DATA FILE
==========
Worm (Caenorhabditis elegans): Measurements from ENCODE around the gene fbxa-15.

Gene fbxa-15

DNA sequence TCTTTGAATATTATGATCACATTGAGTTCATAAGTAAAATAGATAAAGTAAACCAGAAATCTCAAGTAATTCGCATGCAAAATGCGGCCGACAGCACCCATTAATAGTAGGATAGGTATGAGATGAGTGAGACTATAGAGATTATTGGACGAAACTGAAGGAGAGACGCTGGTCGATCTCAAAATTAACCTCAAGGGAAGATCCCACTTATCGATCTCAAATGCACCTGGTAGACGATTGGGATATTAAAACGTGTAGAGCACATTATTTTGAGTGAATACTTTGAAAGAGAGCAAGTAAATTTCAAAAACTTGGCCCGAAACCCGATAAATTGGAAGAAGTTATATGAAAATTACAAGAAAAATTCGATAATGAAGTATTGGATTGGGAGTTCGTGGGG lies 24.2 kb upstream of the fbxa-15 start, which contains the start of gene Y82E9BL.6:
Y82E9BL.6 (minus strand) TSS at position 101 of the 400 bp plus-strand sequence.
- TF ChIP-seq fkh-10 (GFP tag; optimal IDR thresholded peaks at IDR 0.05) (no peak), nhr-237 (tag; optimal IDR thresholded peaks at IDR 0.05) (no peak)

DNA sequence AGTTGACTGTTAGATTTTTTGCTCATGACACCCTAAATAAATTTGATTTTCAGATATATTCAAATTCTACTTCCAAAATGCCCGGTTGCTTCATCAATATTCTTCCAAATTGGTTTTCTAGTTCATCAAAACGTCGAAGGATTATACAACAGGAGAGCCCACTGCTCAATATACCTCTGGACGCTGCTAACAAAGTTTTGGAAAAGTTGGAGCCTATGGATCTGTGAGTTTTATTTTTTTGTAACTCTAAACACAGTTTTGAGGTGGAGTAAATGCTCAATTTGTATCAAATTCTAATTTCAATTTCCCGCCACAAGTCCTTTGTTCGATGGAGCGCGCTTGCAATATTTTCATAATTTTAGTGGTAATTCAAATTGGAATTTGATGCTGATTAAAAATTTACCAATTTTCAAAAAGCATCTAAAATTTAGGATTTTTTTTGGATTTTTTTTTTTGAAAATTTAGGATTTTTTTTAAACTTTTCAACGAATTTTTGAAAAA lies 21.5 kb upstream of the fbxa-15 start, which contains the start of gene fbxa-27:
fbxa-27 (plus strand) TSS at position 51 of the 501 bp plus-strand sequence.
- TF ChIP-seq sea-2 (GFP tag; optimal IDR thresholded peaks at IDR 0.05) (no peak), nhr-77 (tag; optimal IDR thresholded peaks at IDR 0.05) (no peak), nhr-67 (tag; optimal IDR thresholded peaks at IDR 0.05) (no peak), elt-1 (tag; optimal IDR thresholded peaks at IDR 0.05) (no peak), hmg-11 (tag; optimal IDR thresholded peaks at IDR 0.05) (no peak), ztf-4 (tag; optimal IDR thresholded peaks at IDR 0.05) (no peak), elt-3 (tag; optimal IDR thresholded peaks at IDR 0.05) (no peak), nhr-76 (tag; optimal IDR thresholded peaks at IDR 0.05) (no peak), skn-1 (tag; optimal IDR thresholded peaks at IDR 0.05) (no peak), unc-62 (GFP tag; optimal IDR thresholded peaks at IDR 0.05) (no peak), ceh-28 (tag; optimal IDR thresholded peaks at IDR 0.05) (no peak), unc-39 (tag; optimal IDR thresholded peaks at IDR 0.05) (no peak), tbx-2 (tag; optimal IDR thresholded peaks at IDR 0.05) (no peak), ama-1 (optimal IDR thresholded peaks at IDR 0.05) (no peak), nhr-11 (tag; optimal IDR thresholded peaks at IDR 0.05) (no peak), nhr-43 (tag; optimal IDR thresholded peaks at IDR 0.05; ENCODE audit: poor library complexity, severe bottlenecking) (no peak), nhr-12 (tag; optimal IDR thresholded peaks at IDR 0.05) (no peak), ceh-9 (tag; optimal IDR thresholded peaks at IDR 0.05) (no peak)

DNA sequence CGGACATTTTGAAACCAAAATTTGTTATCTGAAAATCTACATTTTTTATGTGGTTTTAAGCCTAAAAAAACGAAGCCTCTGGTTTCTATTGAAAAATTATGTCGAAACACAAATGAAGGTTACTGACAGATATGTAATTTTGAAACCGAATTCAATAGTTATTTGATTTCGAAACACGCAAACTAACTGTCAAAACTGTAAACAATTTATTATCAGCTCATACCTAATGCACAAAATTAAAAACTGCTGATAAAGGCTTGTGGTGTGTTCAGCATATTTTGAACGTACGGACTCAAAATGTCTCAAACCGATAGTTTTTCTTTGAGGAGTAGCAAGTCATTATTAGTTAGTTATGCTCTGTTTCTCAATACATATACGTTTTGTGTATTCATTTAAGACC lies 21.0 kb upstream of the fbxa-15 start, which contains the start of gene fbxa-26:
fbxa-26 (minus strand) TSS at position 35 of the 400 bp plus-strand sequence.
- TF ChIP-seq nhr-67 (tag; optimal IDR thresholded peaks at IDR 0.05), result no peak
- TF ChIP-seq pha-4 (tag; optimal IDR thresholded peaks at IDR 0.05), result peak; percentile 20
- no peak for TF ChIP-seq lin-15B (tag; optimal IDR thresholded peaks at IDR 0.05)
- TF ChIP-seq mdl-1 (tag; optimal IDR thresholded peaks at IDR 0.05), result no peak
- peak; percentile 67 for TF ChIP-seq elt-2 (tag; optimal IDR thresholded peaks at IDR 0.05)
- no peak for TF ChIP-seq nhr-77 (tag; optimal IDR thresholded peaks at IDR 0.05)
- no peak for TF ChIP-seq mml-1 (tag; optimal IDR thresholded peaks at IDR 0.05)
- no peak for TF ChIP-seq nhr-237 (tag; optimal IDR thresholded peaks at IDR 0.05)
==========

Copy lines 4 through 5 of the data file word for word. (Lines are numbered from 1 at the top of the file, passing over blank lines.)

Y82E9BL.6 (minus strand) TSS at position 101 of the 400 bp plus-strand sequence.
- TF ChIP-seq fkh-10 (GFP tag; optimal IDR thresholded peaks at IDR 0.05) (no peak), nhr-237 (tag; optimal IDR thresholded peaks at IDR 0.05) (no peak)